Misclassifying workers can lead to severe penalties, including backpayment of taxes, benefits, and fines. This topic remains relevant, as just recently, in May 2023, Nike faced substantial scrutiny and potential penalties exceeding $530 million due to the alleged misclassification of thousands of temporary office workers globally.

To overcome these challenges, multinational companies should consider:

  • Understand local laws:  Understand and comply with each country's specific employment and tax laws where contractors are hired. Update this knowledge regularly to stay compliant with any changes.

  • Audit classification practices: Conduct periodic audits to verify that worker classifications are accurate and comply with local laws. Promptly address any discrepancies to avoid potential penalties and ensure continuous compliance​.

  • Implement clear worker classification criteria: Use established tests and criteria to accurately classify workers as employees or contractors based on control, independence, and the nature of the work performed.

  • Draft precise contracts: Ensure contracts clearly define the nature of the relationship, the scope of work, payment terms, confidentiality obligations, and intellectual property rights. Incorporate arbitration clauses or other dispute resolution mechanisms in contracts to handle conflicts efficiently and minimize legal risks.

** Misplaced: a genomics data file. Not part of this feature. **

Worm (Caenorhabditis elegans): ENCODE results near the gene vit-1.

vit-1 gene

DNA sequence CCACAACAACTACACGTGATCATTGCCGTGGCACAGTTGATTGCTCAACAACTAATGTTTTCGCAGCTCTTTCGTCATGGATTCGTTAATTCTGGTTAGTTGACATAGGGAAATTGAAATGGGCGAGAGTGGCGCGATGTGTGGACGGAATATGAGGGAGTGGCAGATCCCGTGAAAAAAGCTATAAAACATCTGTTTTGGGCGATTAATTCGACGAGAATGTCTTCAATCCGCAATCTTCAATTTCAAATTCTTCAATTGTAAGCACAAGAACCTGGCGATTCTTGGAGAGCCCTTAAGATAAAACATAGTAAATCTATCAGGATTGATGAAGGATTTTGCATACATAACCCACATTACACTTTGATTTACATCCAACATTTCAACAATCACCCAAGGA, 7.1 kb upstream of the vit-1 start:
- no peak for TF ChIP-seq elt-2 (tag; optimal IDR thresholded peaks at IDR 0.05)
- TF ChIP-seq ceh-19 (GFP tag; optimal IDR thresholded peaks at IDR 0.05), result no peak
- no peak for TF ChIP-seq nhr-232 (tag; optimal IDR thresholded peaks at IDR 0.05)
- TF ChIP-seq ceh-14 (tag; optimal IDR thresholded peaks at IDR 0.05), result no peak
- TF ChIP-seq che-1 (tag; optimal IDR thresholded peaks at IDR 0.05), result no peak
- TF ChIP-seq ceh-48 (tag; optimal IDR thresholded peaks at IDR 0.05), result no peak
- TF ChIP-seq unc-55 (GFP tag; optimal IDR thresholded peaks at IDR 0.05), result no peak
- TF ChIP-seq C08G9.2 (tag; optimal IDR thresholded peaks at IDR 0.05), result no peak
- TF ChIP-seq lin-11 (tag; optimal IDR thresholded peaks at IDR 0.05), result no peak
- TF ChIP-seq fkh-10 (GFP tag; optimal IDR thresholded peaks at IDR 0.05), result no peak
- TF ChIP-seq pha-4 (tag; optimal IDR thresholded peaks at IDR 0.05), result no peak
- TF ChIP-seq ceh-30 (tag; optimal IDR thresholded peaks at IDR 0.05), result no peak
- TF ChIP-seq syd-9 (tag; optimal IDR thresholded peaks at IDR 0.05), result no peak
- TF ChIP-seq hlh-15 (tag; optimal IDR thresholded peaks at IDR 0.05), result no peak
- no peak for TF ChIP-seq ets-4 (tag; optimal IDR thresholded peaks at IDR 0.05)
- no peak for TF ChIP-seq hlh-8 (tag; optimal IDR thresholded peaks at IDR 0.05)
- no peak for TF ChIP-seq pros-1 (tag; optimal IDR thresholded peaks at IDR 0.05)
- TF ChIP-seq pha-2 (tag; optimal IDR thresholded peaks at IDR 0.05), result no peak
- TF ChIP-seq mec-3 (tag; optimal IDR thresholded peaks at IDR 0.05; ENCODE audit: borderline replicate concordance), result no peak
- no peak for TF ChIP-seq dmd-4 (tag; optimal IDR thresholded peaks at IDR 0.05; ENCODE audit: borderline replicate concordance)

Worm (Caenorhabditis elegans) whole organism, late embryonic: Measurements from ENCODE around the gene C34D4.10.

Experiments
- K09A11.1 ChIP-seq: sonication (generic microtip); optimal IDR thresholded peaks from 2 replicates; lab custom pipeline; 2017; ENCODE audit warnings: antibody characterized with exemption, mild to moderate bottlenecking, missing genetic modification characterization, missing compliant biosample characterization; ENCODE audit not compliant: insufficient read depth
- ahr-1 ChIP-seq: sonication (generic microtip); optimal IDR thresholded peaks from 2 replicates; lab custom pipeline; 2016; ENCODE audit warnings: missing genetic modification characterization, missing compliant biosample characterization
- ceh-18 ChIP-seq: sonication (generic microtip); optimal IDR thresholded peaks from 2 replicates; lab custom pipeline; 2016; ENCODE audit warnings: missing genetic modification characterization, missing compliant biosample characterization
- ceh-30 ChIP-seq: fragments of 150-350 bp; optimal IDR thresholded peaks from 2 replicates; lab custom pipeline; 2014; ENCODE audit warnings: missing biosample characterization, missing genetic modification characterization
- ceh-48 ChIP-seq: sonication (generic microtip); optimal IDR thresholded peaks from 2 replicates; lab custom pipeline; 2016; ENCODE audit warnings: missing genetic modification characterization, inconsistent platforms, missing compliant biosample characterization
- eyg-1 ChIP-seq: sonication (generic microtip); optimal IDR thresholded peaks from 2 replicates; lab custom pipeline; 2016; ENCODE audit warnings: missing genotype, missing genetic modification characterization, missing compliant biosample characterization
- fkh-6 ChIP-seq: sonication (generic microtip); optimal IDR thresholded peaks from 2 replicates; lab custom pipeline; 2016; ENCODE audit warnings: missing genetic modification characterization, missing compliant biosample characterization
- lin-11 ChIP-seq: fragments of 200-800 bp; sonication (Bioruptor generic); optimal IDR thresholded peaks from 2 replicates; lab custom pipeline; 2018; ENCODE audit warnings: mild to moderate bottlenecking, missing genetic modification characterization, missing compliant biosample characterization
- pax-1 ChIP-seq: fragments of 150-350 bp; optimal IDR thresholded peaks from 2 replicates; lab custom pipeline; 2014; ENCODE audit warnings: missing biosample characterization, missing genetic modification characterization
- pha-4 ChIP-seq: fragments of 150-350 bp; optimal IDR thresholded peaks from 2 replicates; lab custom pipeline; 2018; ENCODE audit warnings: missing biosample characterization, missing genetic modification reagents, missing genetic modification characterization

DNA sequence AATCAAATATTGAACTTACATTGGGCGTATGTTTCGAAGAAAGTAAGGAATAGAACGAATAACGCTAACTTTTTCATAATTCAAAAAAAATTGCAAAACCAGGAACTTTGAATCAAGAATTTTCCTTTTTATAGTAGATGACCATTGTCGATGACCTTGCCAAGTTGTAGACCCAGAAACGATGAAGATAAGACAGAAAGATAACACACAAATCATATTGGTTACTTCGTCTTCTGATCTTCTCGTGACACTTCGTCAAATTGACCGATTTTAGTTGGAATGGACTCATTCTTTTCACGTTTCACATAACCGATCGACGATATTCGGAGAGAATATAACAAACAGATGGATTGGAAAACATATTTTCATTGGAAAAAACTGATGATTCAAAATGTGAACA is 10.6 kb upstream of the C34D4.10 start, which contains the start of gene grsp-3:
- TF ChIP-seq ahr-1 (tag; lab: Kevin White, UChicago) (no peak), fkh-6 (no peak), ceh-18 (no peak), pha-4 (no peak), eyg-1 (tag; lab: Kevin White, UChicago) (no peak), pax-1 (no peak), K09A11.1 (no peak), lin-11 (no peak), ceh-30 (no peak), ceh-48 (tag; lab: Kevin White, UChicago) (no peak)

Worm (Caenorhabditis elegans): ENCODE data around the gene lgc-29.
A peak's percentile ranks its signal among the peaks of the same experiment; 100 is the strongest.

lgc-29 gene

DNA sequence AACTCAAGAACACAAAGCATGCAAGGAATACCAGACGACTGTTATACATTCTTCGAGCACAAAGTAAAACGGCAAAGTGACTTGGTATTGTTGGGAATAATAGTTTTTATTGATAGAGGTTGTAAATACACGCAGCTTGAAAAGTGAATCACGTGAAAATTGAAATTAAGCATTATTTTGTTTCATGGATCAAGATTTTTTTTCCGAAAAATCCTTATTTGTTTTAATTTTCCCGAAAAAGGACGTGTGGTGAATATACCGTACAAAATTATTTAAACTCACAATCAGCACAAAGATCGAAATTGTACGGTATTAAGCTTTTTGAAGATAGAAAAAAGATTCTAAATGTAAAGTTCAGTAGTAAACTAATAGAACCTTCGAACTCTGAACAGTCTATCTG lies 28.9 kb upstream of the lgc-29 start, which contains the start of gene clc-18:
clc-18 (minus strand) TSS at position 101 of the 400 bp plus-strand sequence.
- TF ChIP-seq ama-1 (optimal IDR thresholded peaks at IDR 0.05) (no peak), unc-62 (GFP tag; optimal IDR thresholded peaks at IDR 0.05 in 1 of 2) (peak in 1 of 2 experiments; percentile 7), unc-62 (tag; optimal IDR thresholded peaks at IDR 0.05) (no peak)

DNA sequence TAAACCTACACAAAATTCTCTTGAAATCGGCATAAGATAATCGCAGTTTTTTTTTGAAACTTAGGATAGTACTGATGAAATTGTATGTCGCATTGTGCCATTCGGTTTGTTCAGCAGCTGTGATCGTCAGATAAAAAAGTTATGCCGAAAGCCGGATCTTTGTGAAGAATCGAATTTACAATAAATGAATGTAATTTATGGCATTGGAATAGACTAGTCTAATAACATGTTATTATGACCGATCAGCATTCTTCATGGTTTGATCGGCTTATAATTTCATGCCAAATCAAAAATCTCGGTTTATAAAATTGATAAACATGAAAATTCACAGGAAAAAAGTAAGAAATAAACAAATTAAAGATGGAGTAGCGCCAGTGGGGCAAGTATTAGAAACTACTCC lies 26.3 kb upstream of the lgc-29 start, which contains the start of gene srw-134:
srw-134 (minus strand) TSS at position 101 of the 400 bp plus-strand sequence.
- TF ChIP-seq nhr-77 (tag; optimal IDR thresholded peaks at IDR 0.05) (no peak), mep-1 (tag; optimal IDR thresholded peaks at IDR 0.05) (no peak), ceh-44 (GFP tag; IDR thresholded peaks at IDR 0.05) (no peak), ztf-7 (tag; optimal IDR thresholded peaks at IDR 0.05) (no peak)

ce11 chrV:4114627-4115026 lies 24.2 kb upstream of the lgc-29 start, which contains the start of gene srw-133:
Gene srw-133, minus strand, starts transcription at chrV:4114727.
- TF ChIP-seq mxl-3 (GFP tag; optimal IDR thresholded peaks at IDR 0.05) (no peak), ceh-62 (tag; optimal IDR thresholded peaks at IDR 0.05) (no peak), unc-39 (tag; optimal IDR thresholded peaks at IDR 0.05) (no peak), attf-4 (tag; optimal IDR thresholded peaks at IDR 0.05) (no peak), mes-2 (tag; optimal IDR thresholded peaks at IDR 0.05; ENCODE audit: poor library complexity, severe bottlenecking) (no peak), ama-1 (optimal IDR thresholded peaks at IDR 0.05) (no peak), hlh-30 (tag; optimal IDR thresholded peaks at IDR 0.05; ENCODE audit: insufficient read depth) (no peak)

• Establish tax compliance processes: Determine and fulfill tax obligations, including withholding and reporting requirements in each contractor’s country. Utilize tools and resources to manage cross-border tax compliance effectively.

Not sure how to classify your worker? Use our misclassification assessment to help you make an informed decision. 

2. Cultural and communication barriers

Cultural and communication barriers pose major challenges for global companies hiring independent contractors. These barriers can easily lead to misunderstandings, reduced productivity, and conflicts, negatively affecting project outcomes.

  • Language differences: Communication is crucial in managing international teams. Language barriers can lead to misinterpretations of instructions and feedback. Companies should consider using translation services and encourage clear, simple language to minimize confusion.